In the wider world, leadership and leading change are virtually synonymous. With increased competition, the ability to change rarely happens as fast as we’d like.
For example, how many times have you:
- Solicited input to define a change only to find that while everyone supports change, there are multiple opinions of what it should be and how to get there?
- Once launched, those who initially supported your plans are now unwilling to commit time and resources?
- After integrating everyone’s opinion prior to launch, you’re now getting bad press about the change?
- The change effort started off well but it’s stalled and people’s attention is moving on?
This occurs when leaders define and implement change without understanding what people are getting out of the current situation. Providing a fabulous vision of the future without addressing what they’ll have to give up is not enough. That requires them to place more trust in you and the change than they have in their own experience. Not going to happen.
To keep from spinning your wheels, this post will show you how to design and implement change by using the same thinking that leading design firms such as IDEO, Frog and D2M employ to create a rich understanding of user needs.
Best practice design starts with in-depth user studies. Ethnography, in the syntax of product design, is the study of how people use products and services in the course of their daily lives. Unlike focus groups or interviews which take place in a room apart from the product or service, ethnographers silently observe real-life situations with people using current products or doing the jobs in which they could be used. Ethnographers use their observations to form alternate hypothesis about why people either take an action or fail to do something that they might expect.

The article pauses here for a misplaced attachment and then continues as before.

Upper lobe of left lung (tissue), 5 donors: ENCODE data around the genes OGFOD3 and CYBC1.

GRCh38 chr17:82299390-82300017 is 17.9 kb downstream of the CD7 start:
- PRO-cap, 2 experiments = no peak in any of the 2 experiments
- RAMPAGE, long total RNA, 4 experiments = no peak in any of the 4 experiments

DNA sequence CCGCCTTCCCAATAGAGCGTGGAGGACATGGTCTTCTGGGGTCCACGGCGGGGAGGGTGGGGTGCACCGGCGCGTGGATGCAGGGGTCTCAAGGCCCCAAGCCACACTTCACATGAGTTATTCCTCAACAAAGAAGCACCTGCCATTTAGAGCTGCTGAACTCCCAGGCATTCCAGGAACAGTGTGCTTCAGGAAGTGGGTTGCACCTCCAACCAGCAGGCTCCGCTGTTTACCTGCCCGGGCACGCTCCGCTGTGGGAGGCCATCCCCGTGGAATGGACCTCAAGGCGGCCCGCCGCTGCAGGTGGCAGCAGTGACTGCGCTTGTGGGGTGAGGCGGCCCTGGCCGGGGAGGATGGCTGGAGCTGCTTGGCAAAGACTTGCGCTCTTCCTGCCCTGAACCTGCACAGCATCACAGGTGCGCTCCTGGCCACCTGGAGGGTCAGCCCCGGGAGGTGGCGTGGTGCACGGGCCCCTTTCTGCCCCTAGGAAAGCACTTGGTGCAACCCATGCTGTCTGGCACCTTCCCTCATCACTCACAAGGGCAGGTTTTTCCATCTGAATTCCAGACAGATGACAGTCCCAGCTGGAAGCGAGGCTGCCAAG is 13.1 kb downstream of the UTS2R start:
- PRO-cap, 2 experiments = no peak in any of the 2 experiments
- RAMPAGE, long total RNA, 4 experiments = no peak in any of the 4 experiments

Ethnography is powerful because it:
- Focuses is on the users’ “job”
- Covers the job from beginning to end
- Captures other forces that influence use such as noise, distractions, physical impediments, etc.
- Sticks with observable facts whereas our minds imagine, prejudge, even lie
- Creates a data base that one can always go back to and query “what did they do?”
Creating change has to overcome the same hurdles as a new product or service. In fact, one could argue that change is the most vital leadership “product”. Market research on technology adoption cycles illustrates that the early adopters of any new product or service account for less than 10% of the total market. Volume purchases require existing users to abandon their current product or service for the new technology.
In the case of change, the target market is the organization, and increasingly, the wider eco-system. This system is defined by formal elements such as roles, authorities, contracts, etc. and informal elements such as “who-knows-who”, norms, influence, etc.
The formal elements are the easiest to manipulate yet, most resistance emanates from the informal elements. To understand their relative influence, it helps to visualize the organization as an iceberg. Above the surface are the formal elements yet the mass that governs most behavior are the informal elements below the surface. This combination of influences constitutes the firm’s culture.